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By Tom Fitton
New photos confirm the attack's coordination and its cover-up
Independent voices from the The Washington Times Communities
Topic - Christine Lagarde
Senate Republicans and Democrats hit an impasse Sunday over spending in their last-ditch struggle to avoid an economy-jarring default in just four days and end a partial government shutdown that enters its third week.
The chief of the International Monetary Fund says the U.S. government's stalemate over spending and its debt limit is "very, very concerning" and could roll back economic progress around the world.
Congress spent the weekend insisting that it will reach a deal to raise the federal government's borrowing limit by Thursday but making scant progress even as all sides tried to reassure itchy financial markets ahead of the stock market opening Monday.
International Monetary Fund chief Christine Lagarde on Thursday praised the Federal Reserve's decision this week not to tap the brakes on its bond-buying program to stimulate the U.S. economy, saying it was still too soon to start the widely expected "tapering" operation on the Fed program.
A handwritten letter leaked to the French press that International Monetary Fund chief Christine Lagarde wrote to former President Nicolas Sarkozy has baffled the French, raising further suspicions over fraud at the highest levels of government, AFP reported Tuesday.
The International Monetary Fund is reiterating its confidence in Managing Director Christine Lagarde's leadership after a French court stopped just short of charging her in an investigation of a payoff to a businessman.
International Monetary Fund chief Christine Lagarde is facing questions at a special Paris court Thursday over her role in the 400 million euro ($520 million) payoff to a controversial businessman when she was France's finance minister.
The fragile state of the world economy, along with the relentless turmoil in Syria and the rocky fallout from the Arab Spring, dominated discussions during this year's annual gathering of the global elite at Davos, leaving many participants uneasy about what lies ahead as they left for home Sunday.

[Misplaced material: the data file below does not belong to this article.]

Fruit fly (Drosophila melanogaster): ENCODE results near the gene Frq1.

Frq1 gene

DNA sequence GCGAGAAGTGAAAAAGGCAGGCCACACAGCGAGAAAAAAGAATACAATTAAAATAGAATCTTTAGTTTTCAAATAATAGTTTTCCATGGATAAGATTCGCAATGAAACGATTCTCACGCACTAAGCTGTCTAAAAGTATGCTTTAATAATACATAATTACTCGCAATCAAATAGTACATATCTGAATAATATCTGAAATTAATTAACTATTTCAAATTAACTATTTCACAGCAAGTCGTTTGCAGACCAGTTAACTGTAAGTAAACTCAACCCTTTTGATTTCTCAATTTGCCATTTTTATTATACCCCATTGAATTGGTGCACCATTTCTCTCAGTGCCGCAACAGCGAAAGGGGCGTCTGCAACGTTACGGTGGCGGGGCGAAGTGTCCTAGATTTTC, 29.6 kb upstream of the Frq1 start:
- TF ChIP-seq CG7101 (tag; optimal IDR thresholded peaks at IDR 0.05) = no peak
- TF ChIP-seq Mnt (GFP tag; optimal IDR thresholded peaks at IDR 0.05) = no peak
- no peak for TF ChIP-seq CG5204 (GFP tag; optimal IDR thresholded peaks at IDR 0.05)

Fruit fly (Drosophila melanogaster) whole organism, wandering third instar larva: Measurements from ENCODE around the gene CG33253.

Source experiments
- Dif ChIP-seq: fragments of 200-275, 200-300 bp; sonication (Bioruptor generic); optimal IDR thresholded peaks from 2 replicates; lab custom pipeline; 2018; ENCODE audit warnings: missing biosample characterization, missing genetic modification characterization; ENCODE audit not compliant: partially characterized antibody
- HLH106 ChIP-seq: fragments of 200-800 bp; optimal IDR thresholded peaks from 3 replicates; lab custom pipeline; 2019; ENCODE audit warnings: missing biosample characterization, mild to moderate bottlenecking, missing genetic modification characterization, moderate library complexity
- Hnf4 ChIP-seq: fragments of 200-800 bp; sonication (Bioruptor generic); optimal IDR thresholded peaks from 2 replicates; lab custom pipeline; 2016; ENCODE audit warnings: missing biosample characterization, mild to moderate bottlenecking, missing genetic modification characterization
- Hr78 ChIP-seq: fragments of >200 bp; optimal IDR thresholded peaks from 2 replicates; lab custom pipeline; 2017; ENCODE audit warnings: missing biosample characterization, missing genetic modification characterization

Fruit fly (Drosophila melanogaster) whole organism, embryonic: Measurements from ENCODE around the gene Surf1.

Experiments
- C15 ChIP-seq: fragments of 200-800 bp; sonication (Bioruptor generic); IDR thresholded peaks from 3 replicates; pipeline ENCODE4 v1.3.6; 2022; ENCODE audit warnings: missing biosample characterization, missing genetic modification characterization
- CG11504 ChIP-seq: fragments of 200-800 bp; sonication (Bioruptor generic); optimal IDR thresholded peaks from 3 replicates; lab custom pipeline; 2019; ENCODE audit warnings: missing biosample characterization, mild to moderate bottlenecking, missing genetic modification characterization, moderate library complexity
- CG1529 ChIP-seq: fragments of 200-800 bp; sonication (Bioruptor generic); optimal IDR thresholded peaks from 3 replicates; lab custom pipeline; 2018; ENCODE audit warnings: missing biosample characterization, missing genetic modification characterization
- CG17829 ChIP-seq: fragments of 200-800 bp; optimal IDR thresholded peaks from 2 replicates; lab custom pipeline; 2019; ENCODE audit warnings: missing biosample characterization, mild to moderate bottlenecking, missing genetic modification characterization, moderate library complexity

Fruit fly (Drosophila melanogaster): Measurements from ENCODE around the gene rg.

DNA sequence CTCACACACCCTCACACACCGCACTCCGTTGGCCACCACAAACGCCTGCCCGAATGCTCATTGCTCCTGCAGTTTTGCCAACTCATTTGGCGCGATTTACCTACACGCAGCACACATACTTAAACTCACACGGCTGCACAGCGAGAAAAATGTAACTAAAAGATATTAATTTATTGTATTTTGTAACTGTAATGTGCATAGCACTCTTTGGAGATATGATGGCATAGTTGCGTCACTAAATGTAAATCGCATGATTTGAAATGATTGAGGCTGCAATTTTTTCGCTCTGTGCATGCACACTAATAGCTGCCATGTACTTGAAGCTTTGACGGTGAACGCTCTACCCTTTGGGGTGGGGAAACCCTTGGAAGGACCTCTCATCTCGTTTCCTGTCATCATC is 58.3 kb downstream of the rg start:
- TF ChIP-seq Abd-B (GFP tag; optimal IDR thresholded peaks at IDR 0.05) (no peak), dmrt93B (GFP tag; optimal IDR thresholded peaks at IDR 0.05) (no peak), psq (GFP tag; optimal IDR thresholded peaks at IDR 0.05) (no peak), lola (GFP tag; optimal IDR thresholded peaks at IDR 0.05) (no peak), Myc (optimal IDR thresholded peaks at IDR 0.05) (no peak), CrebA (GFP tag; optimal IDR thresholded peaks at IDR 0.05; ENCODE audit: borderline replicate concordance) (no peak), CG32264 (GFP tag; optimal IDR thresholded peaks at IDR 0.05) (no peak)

In her first major speech of the new year, International Monetary Fund chief Christine Lagarde on Thursday called for "all sides to pull together" in Washington to solve the country's debt and growth problems, saying the world's leading economies must follow through on fiscal and market reforms to avoid slipping back into recession.
Global financial ministers called Saturday for quick and effective action to safeguard faltering economic growth and rebuild shaken confidence as they ended an annual meeting of the International Monetary Fund.
The International Monetary Fund chief on Monday encouraged U.S. policymakers to look past the "political calendars" of an election year and prevent the "fiscal cliff" from wreaking havoc on the global economy.
Just when Detroit seemed to be luring them away, Americans are embracing Japanese cars again.
Time is running out for Europe. As Spain's banking crisis deepens, politicians on the continent remain in denial. The only solutions in their mind involve borrowing or subsidies from German taxpayers. With the International Monetary Fund (IMF) acting as their enabler, Europe's high-debt countries may be able to put off the required reforms, but delaying the inevitable is taking a toll on their economies.
The head of the International Monetary Fund on Tuesday raised the possibility that Greece could leave the eurozone in an orderly fashion.
Ms. Lagarde, in her interview with NBC host David Gregory, agreed that entitlement spending will be a significant problem for the United States in the long run.
"If there is that degree of disruption, that lack of certainty, that lack of trust in the U.S. signature, it would mean massive disruption the world over, and we would be at risk of tipping yet again into a recession."